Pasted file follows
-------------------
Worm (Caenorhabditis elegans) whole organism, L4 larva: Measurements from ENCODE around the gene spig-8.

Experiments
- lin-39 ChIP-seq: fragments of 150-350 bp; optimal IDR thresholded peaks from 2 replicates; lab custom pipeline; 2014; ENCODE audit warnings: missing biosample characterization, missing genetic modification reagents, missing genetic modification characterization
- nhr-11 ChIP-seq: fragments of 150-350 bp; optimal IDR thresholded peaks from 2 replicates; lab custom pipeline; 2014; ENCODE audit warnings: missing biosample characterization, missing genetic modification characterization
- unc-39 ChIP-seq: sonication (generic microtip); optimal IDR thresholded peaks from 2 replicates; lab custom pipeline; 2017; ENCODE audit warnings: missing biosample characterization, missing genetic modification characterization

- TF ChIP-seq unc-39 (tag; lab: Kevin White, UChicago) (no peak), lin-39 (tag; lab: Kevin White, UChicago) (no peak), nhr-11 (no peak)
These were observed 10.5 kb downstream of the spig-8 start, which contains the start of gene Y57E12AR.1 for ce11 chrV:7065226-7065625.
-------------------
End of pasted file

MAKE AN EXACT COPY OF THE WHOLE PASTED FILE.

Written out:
Worm (Caenorhabditis elegans) whole organism, L4 larva: Measurements from ENCODE around the gene spig-8.

Experiments
- lin-39 ChIP-seq: fragments of 150-350 bp; optimal IDR thresholded peaks from 2 replicates; lab custom pipeline; 2014; ENCODE audit warnings: missing biosample characterization, missing genetic modification reagents, missing genetic modification characterization
- nhr-11 ChIP-seq: fragments of 150-350 bp; optimal IDR thresholded peaks from 2 replicates; lab custom pipeline; 2014; ENCODE audit warnings: missing biosample characterization, missing genetic modification characterization
- unc-39 ChIP-seq: sonication (generic microtip); optimal IDR thresholded peaks from 2 replicates; lab custom pipeline; 2017; ENCODE audit warnings: missing biosample characterization, missing genetic modification characterization

- TF ChIP-seq unc-39 (tag; lab: Kevin White, UChicago) (no peak), lin-39 (tag; lab: Kevin White, UChicago) (no peak), nhr-11 (no peak)
These were observed 10.5 kb downstream of the spig-8 start, which contains the start of gene Y57E12AR.1 for ce11 chrV:7065226-7065625.